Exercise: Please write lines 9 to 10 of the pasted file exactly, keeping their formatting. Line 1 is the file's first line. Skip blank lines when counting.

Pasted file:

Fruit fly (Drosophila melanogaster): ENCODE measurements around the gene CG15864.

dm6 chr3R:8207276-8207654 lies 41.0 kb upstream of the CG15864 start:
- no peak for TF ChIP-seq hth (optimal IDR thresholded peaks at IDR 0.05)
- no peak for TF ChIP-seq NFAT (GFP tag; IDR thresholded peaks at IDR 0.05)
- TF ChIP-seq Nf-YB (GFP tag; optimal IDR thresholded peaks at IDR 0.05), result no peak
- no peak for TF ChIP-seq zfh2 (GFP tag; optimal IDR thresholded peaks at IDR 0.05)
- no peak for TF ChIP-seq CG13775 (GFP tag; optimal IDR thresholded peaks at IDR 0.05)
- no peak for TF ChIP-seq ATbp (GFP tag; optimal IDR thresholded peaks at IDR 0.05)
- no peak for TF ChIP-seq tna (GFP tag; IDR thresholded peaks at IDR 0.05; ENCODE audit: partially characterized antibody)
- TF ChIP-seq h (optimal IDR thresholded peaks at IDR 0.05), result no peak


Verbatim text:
- no peak for TF ChIP-seq tna (GFP tag; IDR thresholded peaks at IDR 0.05; ENCODE audit: partially characterized antibody)
- TF ChIP-seq h (optimal IDR thresholded peaks at IDR 0.05), result no peak